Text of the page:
Russia is moving tactical nuclear weapons systems into recently-annexed Crimea while the Obama administration is backing informal talks aimed at cutting U.S. tactical nuclear deployments in Europe.
Three senior House Republican leaders wrote to President Obama two weeks ago warning that Moscow will deploy nuclear missiles and bombers armed with long-range air launched cruise missiles into occupied Ukrainian territory.
“Locating nuclear weapons on the sovereign territory of another state without its permission is a devious and cynical action,” states the letter signed by House Armed Services Committee Chairman Howard P. “Buck” McKeon (R., Calif.) and two subcommittee chairmen.
“It further positions Russian nuclear weapons closer to the heart of NATO, and it allows Russia to gain a military benefit from its seizure of Crimea, allowing Russia to profit from its action.”
Russian President Vladimir Putin in recent months “has escalated his use of nuclear threats to a level not seen since the Cold War,” they wrote.
In a related development, the Obama administration is funding non-official arms control talks with Russia through a Washington think-tank that are aimed at curbing U.S. tactical nuclear arms in Europe.
The first round of talks was held in Vienna Monday and Tuesday.
Critics say Obama administration arms control officials at the State Department and Pentagon are using the informal nuclear talks as groundwork for future tactical nuclear arms cuts.
Such cuts are likely to be opposed by NATO allies, especially in Eastern Europe, worried by growing Russian military threats to the continent.
Regarding the nuclear deployments to Crimea, Senate Armed Services Committee ranking member James Inhofe (R., Okla.) first disclosed last month that Putin had announced in August his approval of deploying nuclear-capable Iskander-M short-range missiles along with Tu-22 nuclear-capable bombers in Crimea, located on the Black Sea.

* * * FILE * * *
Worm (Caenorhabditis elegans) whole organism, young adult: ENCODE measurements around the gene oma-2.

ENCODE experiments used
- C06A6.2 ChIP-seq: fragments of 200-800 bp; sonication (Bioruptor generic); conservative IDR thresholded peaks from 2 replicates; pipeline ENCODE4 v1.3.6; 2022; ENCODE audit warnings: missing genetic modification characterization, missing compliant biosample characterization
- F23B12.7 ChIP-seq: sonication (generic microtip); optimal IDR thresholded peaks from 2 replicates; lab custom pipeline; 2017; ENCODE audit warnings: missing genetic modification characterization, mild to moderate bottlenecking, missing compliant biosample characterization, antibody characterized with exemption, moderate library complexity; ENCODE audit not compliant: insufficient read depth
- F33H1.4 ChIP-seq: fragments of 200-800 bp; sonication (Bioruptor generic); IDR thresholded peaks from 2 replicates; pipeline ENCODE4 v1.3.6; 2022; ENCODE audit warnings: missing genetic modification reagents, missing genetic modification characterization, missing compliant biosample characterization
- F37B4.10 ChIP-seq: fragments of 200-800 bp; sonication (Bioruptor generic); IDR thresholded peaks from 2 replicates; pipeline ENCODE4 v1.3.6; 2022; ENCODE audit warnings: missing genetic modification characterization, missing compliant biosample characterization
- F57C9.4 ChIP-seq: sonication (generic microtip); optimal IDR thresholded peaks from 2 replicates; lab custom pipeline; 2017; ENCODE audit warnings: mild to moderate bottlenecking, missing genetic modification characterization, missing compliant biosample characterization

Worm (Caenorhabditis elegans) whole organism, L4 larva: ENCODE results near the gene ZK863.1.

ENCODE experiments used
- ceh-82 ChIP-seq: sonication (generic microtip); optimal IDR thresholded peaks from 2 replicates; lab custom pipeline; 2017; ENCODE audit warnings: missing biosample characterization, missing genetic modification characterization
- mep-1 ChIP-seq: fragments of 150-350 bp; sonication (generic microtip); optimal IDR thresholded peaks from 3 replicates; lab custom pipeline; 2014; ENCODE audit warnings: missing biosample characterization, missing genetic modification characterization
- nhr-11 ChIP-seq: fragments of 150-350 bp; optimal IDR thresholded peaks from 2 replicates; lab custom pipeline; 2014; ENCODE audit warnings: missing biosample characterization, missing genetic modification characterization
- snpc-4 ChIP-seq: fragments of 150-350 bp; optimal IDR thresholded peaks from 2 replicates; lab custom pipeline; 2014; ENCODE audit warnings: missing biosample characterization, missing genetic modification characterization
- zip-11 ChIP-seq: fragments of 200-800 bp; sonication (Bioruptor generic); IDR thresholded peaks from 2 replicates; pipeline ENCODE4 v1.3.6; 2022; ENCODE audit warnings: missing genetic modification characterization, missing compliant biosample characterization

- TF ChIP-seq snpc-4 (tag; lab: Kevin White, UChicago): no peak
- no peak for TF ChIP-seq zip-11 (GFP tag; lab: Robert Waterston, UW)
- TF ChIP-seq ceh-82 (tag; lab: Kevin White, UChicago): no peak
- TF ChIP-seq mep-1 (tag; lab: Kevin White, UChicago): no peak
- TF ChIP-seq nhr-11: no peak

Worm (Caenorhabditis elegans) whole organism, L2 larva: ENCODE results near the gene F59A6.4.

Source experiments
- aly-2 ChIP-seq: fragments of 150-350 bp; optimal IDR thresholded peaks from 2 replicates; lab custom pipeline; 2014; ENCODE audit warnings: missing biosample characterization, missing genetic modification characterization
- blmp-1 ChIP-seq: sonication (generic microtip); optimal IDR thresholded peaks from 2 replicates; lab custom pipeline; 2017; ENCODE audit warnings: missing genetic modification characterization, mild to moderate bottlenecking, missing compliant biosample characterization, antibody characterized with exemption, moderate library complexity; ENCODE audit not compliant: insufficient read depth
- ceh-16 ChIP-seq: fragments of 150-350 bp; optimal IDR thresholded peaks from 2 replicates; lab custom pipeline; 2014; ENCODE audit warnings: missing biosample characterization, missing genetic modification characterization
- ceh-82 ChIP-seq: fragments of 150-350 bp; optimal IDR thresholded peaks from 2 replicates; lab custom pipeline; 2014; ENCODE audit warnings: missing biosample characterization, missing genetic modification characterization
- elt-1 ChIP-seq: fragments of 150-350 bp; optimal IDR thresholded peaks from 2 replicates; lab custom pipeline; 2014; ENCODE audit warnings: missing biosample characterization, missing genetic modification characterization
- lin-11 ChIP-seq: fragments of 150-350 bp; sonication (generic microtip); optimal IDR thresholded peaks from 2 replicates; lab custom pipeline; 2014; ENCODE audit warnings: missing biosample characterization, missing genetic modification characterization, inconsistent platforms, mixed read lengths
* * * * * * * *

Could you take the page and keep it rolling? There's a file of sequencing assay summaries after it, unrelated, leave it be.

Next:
“The stationing of new nuclear forces on the Crimean peninsula, Ukrainian territory Russia annexed in March, is both a new and menacing threat to the security of Europe and also a clear message from Putin that he intends to continue to violate the territorial integrity of his neighbors,” Inhofe stated in a Sept. 8 op-ed in Foreign Policy.
In their Sept. 23 letter to the president, McKeon, Rep. Mike Rogers (R., Ala.), chairman of the subcommittee on strategic forces, and Rep. Michael Turner (R., Ohio), chairman of the subcommittee on tactical air and land forces, noted Russia’s violation of the 1987 Intermediate-range Nuclear Forces Treaty by building a banned cruise missile. The missile has been identified by U.S. officials as the R-500.
The lawmakers said the Russian nuclear deployment in Crimea represents the “clear, and perhaps irrevocable tearing” of the 1997 agreement between NATO and Russia that allowed Russia to maintain a military presence within the alliance.
The Russian nuclear deployment plans and treaty violation should have been discussed during the recent NATO summit in Wales but were not, they said.
As a result, the congressmen urged the president to brief Congress on the threatening Russian nuclear deployments in Crimea. They also called on the president to suspend the NATO-Russia accord and demand the removal of all Russian military personnel from NATO facilities.
Additionally, they asked that the United States and its allies halt all arms control surveillance flights by Russia carried out under the Open Skies Treaty.
Significantly, the three House leaders called on the administration to begin research and development on deployment sites for new U.S. intermediate-range ground-launched cruise and ballistic missiles, if Russian refuses to return to compliance with the INF accord. Read more here : http://freebeacon.com/national-security/russia-deploying-tactical-nuclear-arms-in-crimea/